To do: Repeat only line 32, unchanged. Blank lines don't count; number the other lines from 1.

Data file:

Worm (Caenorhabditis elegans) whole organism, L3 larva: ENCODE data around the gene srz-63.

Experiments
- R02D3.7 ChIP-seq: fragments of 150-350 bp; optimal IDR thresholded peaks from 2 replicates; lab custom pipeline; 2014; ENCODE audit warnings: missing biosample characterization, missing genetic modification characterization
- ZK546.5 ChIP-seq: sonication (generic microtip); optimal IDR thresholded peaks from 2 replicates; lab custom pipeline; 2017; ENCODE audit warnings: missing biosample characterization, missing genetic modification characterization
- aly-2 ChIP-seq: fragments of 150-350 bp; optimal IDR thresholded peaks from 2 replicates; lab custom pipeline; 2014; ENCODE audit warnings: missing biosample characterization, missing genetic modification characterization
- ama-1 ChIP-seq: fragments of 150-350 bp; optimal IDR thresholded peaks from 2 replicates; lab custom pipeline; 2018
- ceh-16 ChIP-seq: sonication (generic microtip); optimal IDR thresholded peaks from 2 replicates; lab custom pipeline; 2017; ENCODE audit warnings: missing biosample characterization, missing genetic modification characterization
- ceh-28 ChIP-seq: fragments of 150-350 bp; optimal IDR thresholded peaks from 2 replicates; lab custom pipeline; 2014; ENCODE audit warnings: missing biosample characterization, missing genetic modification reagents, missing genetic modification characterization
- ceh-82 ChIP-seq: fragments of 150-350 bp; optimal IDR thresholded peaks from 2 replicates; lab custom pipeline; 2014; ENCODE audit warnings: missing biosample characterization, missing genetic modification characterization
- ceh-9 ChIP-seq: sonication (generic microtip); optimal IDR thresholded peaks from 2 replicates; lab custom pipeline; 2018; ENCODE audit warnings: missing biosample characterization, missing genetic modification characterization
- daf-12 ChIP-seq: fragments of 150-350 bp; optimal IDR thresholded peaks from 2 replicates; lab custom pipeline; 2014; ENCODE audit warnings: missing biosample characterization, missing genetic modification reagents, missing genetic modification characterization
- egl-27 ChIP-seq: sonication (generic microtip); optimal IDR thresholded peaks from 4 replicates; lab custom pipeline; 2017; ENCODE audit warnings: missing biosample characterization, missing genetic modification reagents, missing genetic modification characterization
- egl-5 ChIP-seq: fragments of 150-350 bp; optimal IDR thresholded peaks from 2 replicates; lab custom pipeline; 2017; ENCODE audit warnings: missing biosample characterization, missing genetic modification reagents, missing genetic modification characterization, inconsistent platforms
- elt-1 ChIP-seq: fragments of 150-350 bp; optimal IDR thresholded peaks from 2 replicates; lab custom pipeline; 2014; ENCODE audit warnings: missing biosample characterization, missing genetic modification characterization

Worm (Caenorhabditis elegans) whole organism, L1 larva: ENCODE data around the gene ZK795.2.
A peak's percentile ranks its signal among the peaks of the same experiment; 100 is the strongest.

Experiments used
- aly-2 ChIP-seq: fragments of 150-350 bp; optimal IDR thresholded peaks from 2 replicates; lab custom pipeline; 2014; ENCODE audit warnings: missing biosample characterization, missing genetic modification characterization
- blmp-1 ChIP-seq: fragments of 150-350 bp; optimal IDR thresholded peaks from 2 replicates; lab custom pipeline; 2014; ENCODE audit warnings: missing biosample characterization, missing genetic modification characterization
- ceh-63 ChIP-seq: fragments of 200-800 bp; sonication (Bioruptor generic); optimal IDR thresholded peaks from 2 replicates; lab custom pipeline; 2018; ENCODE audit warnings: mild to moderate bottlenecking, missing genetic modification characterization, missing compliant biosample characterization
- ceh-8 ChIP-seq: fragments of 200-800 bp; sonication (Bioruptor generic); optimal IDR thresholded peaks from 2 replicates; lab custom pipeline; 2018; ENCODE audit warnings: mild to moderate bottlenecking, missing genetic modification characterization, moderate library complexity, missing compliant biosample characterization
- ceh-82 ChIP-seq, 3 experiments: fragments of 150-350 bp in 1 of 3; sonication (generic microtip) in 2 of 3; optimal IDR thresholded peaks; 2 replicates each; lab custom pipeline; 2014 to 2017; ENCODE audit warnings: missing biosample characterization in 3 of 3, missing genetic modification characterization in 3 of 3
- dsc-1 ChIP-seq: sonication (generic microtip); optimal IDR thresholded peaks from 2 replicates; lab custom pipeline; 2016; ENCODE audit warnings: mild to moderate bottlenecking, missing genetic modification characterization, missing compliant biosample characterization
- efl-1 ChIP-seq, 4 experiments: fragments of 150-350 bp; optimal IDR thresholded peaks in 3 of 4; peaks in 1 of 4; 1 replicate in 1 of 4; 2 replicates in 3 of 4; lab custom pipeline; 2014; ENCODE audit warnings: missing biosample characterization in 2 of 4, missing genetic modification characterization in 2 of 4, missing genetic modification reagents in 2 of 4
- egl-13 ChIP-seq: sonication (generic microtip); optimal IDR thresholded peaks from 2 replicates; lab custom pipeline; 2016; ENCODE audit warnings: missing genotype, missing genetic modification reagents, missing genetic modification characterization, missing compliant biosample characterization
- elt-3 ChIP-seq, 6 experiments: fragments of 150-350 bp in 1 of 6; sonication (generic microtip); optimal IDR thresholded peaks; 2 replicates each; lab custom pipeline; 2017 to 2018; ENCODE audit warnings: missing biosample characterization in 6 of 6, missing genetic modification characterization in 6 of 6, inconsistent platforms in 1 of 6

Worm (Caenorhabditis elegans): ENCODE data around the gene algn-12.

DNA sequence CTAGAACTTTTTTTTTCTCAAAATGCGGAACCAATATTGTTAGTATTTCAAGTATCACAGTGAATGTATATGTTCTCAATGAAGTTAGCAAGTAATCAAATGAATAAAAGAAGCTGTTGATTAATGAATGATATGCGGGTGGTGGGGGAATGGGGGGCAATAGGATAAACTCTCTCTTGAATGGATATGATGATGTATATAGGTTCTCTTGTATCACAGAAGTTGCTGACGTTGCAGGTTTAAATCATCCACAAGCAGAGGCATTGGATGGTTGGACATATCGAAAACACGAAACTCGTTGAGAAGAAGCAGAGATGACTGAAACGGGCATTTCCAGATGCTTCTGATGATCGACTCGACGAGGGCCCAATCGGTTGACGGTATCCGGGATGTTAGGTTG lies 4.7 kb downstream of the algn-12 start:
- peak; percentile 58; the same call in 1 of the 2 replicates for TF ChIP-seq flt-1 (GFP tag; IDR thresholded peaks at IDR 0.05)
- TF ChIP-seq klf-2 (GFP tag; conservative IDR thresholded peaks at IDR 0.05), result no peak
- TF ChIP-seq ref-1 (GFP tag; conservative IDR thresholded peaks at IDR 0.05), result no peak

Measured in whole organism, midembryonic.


Measured in whole organism, midembryonic.